Practically every time someone such as I warns about the effects of denying the Genesis Creation Narrative as being a true historical narrative we are told that we are employing a slippery slope argument.
No, it’s not a slippery slope argument to say that the logical results (though one may not carry his theology as far as what would logically follow- people are often inconsistent) are the denial of certain fundamental Christian doctrines which have been held by most Christians throughout the history of Christianity.
Today Peter Enns has proven my point by denying that the Old Testament anywhere speaks of original sin. He gives five reasons why original sin should be reconsidered.
1. Inherited sinfulness is not one of the curses on Adam.
But why should the text spell out what is obvious? Adam and Eve sinned, thus all of humanity sinned. What would Adam’s children then be? Sinners. As a matter of fact, Genesis 5:1 specifically tells us that Adam’s’ son was in Adam’s image; so, though the Imago Dei remained, yet there was that tarnished, sinful, Adamic image in the son of Adam.
Then there’s that statement that David made saying that he was conceived in sin and shaped in iniquity. No, he was by no means implying that the sexual act of procreation was sinful. David was stating that he was by nature a sinner. (Psalm 51:5)
Then, of course, there is the anecdotal evidence that shows that Adam’s offspring were sinful people.
2.True obedience to God is both expected and doable.
Amazing! Pelagius would be so proud of Peter!
If true obedience were doable (This is much different from that which is expected.), then why was there provision made for sin? Why were sacrifices performed immediately after Adam’s fall? Why did men offer blood sacrifices before the law was given? Why was Abel spoken of as being justified by faith- faith which was demonstrated when he offered the blood of an animal, which was a symbol of Jesus Christ crucified for us?
Why, then, does Jeremiah say, “Can the Ethiopian change his skin, or the leopard his spots? then may ye also do good, that are accustomed to do evil.” (Jeremiah 13:23) Jeremiah was telling us that we are by nature sinful, just as a leopard is spotted by nature. Being by nature sinful, it is natural for us to sin; thus consistently doing good is impossible.
Further more, wise Solomon himself said, “there is no man that sinneth not.” (1Kings 8:46)
Why is Peter so
hell-bent on denying determined to deny what is so very obvious?
3. With one exception,Adam disappears after Genesis 5.
4. Adam is not blamed for Cain’s act of murder.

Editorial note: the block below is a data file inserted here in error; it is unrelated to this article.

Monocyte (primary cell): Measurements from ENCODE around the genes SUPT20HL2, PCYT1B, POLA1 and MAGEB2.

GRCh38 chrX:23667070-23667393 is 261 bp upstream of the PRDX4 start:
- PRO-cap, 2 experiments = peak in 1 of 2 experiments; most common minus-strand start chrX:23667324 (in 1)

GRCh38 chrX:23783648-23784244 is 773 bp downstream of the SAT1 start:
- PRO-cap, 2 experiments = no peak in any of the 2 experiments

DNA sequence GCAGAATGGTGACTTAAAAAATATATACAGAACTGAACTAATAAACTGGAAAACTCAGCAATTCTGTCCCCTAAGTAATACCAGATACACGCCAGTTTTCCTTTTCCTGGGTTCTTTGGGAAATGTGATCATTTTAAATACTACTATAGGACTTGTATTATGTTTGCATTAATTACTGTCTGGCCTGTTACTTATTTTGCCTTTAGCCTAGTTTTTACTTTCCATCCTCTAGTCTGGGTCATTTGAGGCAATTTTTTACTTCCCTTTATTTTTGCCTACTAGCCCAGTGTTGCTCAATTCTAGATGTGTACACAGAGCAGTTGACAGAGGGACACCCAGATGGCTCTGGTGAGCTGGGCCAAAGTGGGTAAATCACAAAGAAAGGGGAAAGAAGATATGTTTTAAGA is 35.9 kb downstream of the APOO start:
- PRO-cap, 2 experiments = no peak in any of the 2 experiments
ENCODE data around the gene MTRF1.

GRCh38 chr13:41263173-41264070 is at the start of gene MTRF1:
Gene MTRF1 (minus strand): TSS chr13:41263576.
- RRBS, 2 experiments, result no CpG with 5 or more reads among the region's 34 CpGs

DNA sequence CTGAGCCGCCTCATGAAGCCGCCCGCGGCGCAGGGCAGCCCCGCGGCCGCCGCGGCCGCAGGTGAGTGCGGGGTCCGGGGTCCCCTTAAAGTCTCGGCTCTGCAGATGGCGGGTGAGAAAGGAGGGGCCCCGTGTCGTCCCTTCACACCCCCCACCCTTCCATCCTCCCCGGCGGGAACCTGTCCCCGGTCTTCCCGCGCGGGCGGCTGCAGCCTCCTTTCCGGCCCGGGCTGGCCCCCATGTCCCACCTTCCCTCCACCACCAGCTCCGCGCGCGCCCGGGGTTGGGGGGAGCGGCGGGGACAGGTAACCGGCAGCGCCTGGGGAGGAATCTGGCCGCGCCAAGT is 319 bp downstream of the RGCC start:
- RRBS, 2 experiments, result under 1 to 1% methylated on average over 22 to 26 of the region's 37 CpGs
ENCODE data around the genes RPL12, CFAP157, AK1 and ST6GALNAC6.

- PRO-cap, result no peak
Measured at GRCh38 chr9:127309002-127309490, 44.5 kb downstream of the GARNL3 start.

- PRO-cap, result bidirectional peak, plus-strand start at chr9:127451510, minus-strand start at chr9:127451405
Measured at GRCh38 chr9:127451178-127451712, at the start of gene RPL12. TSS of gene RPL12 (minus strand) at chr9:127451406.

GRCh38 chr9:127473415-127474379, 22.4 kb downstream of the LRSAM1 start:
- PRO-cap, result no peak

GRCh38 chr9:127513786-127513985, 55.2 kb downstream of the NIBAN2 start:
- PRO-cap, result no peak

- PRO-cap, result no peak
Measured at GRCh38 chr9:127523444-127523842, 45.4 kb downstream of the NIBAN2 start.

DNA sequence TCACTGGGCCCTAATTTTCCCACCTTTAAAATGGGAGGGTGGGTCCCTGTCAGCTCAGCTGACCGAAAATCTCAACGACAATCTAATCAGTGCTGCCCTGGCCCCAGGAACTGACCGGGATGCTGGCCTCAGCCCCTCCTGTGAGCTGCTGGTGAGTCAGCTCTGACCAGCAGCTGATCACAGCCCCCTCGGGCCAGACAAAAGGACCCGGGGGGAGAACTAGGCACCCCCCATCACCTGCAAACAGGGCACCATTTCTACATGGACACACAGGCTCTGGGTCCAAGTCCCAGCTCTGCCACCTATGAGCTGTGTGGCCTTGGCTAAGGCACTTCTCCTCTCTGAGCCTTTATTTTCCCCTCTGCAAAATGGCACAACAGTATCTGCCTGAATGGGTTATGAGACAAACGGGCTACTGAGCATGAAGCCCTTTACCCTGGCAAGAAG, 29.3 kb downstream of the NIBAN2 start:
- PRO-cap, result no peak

5. Likewise, Adam is not blamed for the flood.
I wonder if Peter realizes that he is arguing from silence. Does he not understand that is virtually no argument at all?
Remember: I am only looking at the Old Testament here. I know people will respond, “But what about Paul!?” Fair enough–but–even if Paul sees Adam as the cause of human misery and alienation from God, we still need to grapple with why the Old Testament doesn’t see it that way.
Hmmm…so Peter would have us believe that there is a controversy between Paul and Moses? Oh, wait! Peter doesn’t accept Moses as either author or compiler of Genesis.
Obviously Peter is denying that the Bible is without error, because he has just pitted one portion of Scripture against another; thus he has denied that Scripture is free from error.
Nothing new here. Feel free to move on to the next point. This is classic Ennsianism.
Others will respond: “But if Adam isn’t the cause of it all, we no longer have a good explanation for why people are so messed up?” Fine, but the fact that questions arise that muddle our theology doesn’t make the Old Testament magically fall into line.
What an interesting sleight of the hand/keyboard. Enns moves from contrasting his view of the OT with Paul’s view of inherent depravity and now simply speaks of it as our theology being muddled.
No, we are not expecting the Old Testament to magically fall into line. We understand that Paul knew the Old Testament far better than we or Enns shall ever know it. We expect Paul to exegete, explain, and apply the Old Testament correctly. In fact, once we’ve honestly looked at the Old Testament without our modernistic blinders, we find that it does more than magically fall into line- it drew the line and Paul walked the line.
Still others will respond: “But without Adam as the cause of human sinfulness, the entire gospel falls apart.” Rather, I think only a version of the gospel that needs this kind of Adam falls apart. Perhaps there are other ways (and there are).
Well, now! What have we warned about? The importance of the gospel being diminished.
Now we see that Enns proposes another gospel. It would be well if Enns takes the time to remember the words of Paul:
“But though we, or an angel from heaven, preach any other gospel unto you than that which we have preached unto you, let him be accursed. As we said before, so say I now again, If any man preach any other gospel unto you than that ye have received, let him be accursed.” (Galatians 1:8–9)
Yes, Enns is taking a slide down the slippery slope; except, as far as logic is concerned, it isn’t a slippery slope- it logically follows that a denial of the Genesis Creation Account as an accurate historical narrative could have profound effects upon how we view the gospel.
To close with the wise words of a lady who has taken the time to read Enns’ books:
there is always a domino effect when one begins to “reinterpret” Scripture. Dr. Enns does not believe that God created the world and all things in six days. Therefore, Adam cannot be an historical figure who is literally the first man created by God from the dust of the earth. Therefore, Paul must be mistaken. And, therefore, the doctrine of original sin must be “rethought” as well.
As his understanding of Scripture and doctrine continues to unravel, what will Dr. Enns be left with when he’s finished?